Skip to content

No Excuses not to talk about immigration

Immigration - Where Are We Now?


en español


The US immigration system is going through ch-ch-ch-changes. On the campaign trail, candidate Trump won a lot of support for his tough-on-immigration stance. And now that he's in the White House, President Trump is putting his pen where his mouth is.


Here's a list of things Trump has said he would do, and how he's making them happen...


A temporary travel ban for six Muslim-majority on hold. Again. President Trump signed a revised executive order, weeks after version 1.0 got held up in court over questions as to whether it was constitutional. The new order bans people from Sudan, Syria, Iran, Libya, Somalia and Yemen from entering the US for at least 90 days. Current visa and green-card holders from these countries would still be valid. The original travel ban included Iraq. But that got scrapped since Iraq is kind of a big deal ally when it comes to, you know, the fight against ISIS. Right before Trump's second travel ban was set to take effect, a federal judge in Hawaii temporarily blocked it nationwide.


A temporary ban on refugees coming into the US…is blocked too. The same executive order that temporarily bans immigrants from six countries also temporarily stops refugees from coming to the US while the gov makes sure the vetting process is solid.


A wall along the US-Mexico being built “in months.” Hundreds of miles of fencing already exists along the border, but Trump is still singing 'to the window to the big, beautiful wall.' Who's paying? Good question. Trump says Mexico. Mexico's president says 'nope,' and canceled his scheduled trip to the US because of the drama. So Trump's team has said they might pay for the wall by taxing imports from Mexico. Your guac habit may have just gotten more expensive.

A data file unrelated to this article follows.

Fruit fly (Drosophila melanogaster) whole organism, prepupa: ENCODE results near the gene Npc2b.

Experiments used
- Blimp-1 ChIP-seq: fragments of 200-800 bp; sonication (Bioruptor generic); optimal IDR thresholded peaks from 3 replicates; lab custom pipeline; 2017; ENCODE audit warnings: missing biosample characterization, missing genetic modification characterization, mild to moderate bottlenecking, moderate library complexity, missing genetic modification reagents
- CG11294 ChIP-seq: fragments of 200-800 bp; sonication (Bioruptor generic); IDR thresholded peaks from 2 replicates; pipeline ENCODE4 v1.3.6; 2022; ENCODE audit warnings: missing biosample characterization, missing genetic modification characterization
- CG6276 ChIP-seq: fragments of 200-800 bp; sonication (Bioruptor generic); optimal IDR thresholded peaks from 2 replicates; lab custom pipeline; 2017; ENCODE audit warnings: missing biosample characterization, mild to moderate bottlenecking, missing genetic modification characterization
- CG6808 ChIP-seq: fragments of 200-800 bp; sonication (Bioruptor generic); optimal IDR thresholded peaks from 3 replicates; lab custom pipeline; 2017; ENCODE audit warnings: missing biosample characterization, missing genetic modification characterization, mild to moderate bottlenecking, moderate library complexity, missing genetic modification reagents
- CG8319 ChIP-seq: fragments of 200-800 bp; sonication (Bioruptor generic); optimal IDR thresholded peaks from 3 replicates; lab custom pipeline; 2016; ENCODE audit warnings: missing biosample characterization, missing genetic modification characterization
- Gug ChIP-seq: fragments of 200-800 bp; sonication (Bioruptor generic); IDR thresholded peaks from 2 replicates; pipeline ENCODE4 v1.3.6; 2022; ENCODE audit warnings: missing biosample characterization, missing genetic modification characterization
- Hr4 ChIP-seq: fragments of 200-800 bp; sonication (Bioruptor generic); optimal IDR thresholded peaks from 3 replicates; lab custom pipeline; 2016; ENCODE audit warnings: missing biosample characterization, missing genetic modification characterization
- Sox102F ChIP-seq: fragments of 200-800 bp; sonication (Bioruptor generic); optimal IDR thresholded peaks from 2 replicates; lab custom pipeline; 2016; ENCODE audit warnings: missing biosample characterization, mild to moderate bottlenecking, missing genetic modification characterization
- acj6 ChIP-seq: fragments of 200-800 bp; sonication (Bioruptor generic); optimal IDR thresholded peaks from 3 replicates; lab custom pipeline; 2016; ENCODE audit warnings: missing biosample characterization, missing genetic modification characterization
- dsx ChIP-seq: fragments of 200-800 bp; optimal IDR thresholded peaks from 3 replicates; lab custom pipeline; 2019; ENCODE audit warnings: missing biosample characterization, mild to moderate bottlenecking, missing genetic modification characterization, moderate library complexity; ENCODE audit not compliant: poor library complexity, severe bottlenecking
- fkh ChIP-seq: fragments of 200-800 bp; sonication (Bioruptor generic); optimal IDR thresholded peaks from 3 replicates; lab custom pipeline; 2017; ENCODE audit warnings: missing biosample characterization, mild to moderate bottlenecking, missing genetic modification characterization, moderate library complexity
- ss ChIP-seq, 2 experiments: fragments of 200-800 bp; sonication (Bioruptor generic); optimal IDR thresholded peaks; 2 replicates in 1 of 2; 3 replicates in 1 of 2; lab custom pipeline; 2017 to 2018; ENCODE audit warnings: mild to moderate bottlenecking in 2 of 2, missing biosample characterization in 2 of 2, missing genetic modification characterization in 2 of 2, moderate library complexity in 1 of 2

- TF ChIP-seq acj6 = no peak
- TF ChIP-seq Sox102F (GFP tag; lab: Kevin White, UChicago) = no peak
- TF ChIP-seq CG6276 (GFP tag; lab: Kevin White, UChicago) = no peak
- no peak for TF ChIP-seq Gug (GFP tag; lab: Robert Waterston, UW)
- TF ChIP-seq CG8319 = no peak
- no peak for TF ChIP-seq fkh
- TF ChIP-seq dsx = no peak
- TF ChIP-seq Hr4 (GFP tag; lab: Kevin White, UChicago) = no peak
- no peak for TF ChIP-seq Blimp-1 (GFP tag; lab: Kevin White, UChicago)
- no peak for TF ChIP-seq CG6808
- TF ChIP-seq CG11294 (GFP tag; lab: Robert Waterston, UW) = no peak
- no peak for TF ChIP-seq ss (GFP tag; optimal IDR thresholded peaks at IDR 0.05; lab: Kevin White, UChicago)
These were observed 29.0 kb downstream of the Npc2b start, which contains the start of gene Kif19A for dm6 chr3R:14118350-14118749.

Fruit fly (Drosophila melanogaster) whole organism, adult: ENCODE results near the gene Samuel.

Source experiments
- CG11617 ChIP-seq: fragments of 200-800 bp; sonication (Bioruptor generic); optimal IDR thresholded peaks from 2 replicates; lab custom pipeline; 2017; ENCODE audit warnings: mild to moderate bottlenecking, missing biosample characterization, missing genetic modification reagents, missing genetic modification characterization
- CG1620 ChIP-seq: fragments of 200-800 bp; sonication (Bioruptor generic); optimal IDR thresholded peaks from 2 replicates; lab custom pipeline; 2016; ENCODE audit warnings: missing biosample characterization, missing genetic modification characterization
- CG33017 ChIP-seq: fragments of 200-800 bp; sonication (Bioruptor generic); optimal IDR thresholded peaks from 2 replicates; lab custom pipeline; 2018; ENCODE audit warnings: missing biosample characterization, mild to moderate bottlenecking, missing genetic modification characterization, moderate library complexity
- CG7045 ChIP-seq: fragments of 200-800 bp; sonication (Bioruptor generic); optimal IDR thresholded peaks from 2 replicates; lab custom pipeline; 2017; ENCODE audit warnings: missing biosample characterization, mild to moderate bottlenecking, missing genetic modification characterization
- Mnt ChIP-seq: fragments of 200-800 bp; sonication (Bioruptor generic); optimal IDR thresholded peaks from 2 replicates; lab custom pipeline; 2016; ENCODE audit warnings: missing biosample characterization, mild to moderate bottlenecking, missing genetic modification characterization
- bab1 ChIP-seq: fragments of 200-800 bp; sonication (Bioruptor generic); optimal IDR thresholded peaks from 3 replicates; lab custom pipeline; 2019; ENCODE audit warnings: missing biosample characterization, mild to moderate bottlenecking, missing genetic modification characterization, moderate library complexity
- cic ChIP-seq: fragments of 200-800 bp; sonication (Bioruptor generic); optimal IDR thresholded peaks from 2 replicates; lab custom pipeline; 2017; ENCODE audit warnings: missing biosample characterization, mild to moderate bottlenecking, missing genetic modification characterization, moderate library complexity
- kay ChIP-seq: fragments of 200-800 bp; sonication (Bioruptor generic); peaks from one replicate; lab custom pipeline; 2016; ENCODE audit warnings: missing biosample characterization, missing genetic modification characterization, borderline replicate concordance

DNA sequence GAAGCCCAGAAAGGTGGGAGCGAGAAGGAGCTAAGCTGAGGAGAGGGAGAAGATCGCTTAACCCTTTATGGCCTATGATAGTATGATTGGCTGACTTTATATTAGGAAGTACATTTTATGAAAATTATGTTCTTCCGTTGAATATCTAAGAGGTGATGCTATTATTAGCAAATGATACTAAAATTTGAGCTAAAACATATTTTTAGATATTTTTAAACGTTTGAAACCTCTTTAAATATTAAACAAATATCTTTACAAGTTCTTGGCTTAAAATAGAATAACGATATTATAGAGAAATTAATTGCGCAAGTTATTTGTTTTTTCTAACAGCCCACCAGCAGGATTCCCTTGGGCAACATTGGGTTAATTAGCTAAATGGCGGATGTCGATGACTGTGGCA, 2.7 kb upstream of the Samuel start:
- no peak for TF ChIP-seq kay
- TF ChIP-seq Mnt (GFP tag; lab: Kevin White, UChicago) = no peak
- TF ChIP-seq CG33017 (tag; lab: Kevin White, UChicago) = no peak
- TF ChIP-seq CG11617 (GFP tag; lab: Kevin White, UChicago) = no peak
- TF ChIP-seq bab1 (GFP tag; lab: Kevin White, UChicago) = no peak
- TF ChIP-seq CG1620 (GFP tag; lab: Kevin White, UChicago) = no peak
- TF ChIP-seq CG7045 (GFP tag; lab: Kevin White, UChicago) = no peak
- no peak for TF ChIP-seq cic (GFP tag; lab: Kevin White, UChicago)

Cracking down on sanctuary cities...has begun. Trump signed an executive order to cut federal funding for sanctuary cities – aka big cities like NY, LA, and SF that are known for protecting undocumented immigrants from deportation unless they've committed major crimes. Cue the mayor of NYC saying he'll sue the Trump administration if they actually pull the federal funding rug out from underneath the city. Stay tuned for another legal battle.


Deporting more undocumented immigrants...has begun. Trump signed executive orders directing the US gov to be more aggressive about enforcing US immigration law. Under former President Obama, the Department of Homeland Security deported undocumented immigrants who'd been convicted of serious or violent crimes. Now, pretty much anyone in the country illegally could be deported. Top priority are the ones who've been convicted of a crime - or have been charged with a crime.


This is called Trump keeping his promises to America. And that if there's one bad apple in the immigration bunch, it's much safer to keep everyone out for the time being. Supporters are also quick to point out that President Trump is the, yup, President...meaning he has the authority to sign executive orders, even if people don't like them.


This is called racism and it's potentially unconstitutional. Opponents are quick to point out that America is a melting pot that was built on the idea of giving outsiders the chance at a better life. And that the majority of terrorists aren't even coming from the countries Trump put on his 'You Shall Not Pass' list.


Short answer: no one knows. Longer answer: there are a few things up Trump's sleeve that he could put into motion in the next few weeks or months…

empty check in the program started by former President Obama that protects people who were brought to the US as kids from being deported. So far, the program still exists, but Trump promised on the campaign trail to scrap it entirely. This would put the legal status of tens of thousands of people in limbo.

empty check in the legal documents immigrants use to live and work in the US. A lot of people think Trump might change the requirements to get a visa, including an H-1B. That's the one that allows companies to hire skilled workers in areas like science and technology. Silicon Valley would be less than pleased to see this happen.


All of this is TBD, so pull out your Magic 8-Ball. The future of immigration in the US is looking cloudy.

Sign up for theSkimm